MRR 260-268



Is it an established rule in the legal tradition that men and women may not be buried in adjoining graves? If this is a legal rule, upon what is it based? If it is merely a custom, how widespread is it? What is its origin? (Asked by Rabbi Fred C. Pomerantz.)


THE OBJECTION to burying men and women in adjoining graves has no basis in Jewish law. Not one of the codes mentions this as a prohibition. This fact, that none of the codes mention it, is not due to any inadvertence or the failure to record something that may be so widely observed that it need not be mentioned. Actually, the codes carefully discuss the whole question of who may and who may not be buried side by side. See, for example, the Shulchan Aruch, Yoreh Deah 362. There it is expressly stated that we may not bury a wicked person next to a righteous person, nor even a partially righteous person next to a perfectly righteous person; also that enemies may not be buried side by side. Thus, there are definite rules as to who may not be buried side by side. Yet none of the codes discussing this matter of who may not be buried beside whom, give it as a rule that a woman may not be buried in a grave adjoining a man.

In the same section of the Shulchan Aruch there is a further discussion as to who may be buried with whom, and it is this discussion which may perhaps have led to a notion that women may not be interred in graves adjoining men. In 362:3, the Shulchan Aruch speaks of children being buried in the same grave with parents, and it states as a general rule that those “who sleep together in lifetime may be buried together in death.” This general rule could possibly have been misunderstood to mean that only husband and wife may be buried in adjoining graves, but not a man in a grave adjoining a grave of a woman who is not his wife. But this would be a complete misunderstanding. The Shulchan Aruch speaks here only of children in parent’s or grandparent’s grave and also refers, not to adjoining graves, but to the same grave. To avoid such a possible misunderstanding as has just been mentioned, Eliezer Deutsch makes the meaning quite clear in his “Peri Hasadeh,” III, 121. But so far as burial in separate graves is concerned, there is no rule given except the restriction of righteous next to wicked and enemies next to each other.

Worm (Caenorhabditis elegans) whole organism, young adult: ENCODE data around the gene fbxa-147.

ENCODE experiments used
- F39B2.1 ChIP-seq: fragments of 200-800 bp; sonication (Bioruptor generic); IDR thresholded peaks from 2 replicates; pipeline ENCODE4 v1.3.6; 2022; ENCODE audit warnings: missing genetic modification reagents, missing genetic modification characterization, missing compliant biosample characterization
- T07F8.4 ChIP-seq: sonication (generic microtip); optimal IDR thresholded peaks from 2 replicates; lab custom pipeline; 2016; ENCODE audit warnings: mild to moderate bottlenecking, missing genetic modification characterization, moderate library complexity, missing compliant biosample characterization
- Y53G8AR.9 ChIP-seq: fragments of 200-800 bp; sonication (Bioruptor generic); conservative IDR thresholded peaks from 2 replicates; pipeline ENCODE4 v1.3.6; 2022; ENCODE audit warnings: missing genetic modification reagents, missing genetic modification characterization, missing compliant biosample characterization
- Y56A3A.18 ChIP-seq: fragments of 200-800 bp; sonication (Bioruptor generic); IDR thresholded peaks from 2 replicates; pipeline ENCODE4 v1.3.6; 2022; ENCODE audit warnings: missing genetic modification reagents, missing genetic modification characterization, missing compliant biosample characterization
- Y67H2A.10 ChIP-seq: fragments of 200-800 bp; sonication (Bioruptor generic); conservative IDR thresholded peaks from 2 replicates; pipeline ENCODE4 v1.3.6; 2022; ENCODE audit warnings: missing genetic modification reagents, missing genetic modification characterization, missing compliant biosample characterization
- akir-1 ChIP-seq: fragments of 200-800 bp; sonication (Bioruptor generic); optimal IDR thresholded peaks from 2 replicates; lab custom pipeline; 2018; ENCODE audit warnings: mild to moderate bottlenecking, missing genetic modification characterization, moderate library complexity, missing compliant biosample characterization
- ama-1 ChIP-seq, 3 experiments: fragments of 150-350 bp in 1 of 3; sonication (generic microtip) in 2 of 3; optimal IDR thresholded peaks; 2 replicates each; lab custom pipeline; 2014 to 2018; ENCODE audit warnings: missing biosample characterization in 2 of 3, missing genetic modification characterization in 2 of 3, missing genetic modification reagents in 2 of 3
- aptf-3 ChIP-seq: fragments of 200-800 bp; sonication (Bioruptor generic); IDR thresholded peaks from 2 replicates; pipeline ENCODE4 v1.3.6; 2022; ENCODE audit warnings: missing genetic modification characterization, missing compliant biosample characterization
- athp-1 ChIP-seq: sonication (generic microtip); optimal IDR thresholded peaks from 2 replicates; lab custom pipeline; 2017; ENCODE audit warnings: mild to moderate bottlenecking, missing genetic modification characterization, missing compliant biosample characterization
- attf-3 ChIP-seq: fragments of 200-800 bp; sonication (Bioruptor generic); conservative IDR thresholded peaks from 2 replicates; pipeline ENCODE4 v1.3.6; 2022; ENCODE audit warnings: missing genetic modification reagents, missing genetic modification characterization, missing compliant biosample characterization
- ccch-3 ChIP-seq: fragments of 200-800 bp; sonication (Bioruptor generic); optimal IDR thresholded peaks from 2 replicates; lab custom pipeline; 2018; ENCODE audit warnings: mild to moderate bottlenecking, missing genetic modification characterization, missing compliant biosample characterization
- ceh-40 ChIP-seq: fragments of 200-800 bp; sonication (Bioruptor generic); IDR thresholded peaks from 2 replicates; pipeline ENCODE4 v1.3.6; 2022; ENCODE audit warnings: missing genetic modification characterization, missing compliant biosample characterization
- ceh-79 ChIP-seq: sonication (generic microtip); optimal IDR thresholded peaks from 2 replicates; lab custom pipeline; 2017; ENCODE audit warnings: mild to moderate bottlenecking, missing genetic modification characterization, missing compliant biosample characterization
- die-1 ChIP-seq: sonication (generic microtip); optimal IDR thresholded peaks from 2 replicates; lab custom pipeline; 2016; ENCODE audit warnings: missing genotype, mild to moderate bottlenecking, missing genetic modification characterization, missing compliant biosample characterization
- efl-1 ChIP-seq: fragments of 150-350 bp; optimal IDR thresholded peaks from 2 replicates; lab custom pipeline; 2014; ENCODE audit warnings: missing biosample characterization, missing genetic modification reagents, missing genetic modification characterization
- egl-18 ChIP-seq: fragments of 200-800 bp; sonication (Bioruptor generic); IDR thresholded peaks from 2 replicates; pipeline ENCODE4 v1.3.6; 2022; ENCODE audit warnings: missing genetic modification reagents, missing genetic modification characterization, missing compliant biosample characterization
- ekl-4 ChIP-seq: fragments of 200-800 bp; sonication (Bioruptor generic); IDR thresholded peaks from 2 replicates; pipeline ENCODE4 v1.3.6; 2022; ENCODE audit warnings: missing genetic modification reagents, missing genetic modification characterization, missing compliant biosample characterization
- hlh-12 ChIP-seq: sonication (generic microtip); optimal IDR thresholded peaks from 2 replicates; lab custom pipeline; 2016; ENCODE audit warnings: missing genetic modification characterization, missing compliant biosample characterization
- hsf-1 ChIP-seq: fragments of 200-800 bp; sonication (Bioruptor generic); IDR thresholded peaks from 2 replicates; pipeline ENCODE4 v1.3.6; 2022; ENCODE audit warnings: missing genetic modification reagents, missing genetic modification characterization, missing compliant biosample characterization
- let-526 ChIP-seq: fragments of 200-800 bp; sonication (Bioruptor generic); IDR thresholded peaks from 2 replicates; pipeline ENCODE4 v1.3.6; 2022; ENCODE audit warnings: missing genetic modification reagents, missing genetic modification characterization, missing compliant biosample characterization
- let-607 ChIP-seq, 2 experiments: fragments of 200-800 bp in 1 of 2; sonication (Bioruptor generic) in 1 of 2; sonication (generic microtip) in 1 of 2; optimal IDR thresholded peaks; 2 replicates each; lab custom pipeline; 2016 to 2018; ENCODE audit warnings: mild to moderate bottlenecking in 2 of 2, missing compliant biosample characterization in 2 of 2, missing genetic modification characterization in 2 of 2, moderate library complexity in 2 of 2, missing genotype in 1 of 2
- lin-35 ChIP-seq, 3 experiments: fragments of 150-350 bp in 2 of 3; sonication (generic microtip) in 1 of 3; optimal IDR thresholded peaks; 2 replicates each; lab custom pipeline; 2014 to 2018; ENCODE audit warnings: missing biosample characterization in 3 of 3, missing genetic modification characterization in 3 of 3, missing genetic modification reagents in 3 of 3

However, even though there is no actual law against burial of men and women side by side, there is considerable evidence of the fact that the custom exists in various communities. To give one example and a fairly modern one, Menachem Rizikov, in his responsa, Shaare Shamayim, #33, New York, 1937, speaks of the established custom in a certain cemetery of having a separate row for the burial of men and another row for the burial of women. Similarly, Rabbi Elazar Margoshes, in a letter to Joseph Schwartz, published by Schwartz in his Hadrat Kodesh discusses the matter. (By the way, Greenwald in his Kol Bo, who deals with the same subject on page 179 ff., has a mistaken reference. He says that it is in Hadrat Kodesh on page 12. It should be page 32.) Margoshes says that in most of the old communities, as for example the historic community of Lemberg (also in Cracow, cf. Greenwald, page 179) they buried men and women side by side. But when Margoshes came to Bukovina, he found that the congregation had the custom of not burying women beside men. Furthermore, he was told that this prohibition was observed all through the Bukovina. (The Bukovina is a district at the eastern end of the Austro-Hun-garian Empire and once was part of Rumania.)

Margoshes says that the origin of this surprising prohibition should be sought out. But that is precisely the difficulty. Customs such as these which have no real basis in Jewish law are almost impossible to trace. They originate, as it were, anonymously among the people. They may arise from some superstition or they may be based upon some false analogy, but once they have arisen, they become established since scholars are always reluctant to abolish a custom (unless, of course, it is manifestly superstitious or foolish). Once the custom has become fairly widespread, it attains a sort of quasilegal status, at least locally. Since, therefore, it is virtually impossible to trace the custom, we can do no better than to guess at either the superstitions or the mistaken analogies which led to such a prohibition in those communities where it is maintained.